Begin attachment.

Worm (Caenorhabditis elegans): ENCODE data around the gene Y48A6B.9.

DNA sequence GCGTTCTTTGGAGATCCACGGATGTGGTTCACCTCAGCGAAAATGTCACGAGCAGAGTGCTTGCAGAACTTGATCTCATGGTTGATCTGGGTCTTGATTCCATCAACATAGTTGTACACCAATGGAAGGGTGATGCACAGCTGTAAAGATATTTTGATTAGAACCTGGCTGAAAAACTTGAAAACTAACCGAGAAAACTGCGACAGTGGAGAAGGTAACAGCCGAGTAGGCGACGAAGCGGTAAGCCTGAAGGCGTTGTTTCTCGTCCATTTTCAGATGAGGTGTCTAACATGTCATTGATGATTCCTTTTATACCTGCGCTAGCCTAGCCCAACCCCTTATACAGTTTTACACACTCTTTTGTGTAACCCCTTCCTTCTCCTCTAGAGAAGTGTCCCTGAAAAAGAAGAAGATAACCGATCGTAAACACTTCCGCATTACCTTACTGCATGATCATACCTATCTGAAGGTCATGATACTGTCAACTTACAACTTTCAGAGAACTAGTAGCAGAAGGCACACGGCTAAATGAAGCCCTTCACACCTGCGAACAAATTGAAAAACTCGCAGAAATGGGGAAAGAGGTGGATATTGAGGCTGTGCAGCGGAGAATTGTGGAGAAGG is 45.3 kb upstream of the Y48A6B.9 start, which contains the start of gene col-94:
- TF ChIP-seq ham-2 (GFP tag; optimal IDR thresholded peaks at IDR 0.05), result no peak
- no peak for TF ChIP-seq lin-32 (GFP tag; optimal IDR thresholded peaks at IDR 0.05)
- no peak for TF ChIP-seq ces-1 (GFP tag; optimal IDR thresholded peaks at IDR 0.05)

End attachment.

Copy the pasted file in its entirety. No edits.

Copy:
Worm (Caenorhabditis elegans): ENCODE data around the gene Y48A6B.9.

DNA sequence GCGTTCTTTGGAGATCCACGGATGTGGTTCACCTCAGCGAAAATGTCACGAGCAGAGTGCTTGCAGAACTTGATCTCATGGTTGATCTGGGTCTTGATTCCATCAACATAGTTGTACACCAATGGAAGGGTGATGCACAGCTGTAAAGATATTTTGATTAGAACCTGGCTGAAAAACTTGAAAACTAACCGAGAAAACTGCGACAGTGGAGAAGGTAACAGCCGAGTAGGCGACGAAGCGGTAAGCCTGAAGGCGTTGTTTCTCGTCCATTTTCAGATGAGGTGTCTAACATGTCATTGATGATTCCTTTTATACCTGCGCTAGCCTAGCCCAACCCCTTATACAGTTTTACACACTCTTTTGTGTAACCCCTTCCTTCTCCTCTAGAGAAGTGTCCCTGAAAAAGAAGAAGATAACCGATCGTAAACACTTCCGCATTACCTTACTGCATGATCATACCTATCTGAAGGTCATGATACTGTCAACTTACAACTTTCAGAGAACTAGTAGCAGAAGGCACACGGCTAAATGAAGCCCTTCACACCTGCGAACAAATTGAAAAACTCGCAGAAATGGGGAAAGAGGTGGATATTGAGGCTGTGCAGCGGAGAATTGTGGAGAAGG is 45.3 kb upstream of the Y48A6B.9 start, which contains the start of gene col-94:
- TF ChIP-seq ham-2 (GFP tag; optimal IDR thresholded peaks at IDR 0.05), result no peak
- no peak for TF ChIP-seq lin-32 (GFP tag; optimal IDR thresholded peaks at IDR 0.05)
- no peak for TF ChIP-seq ces-1 (GFP tag; optimal IDR thresholded peaks at IDR 0.05)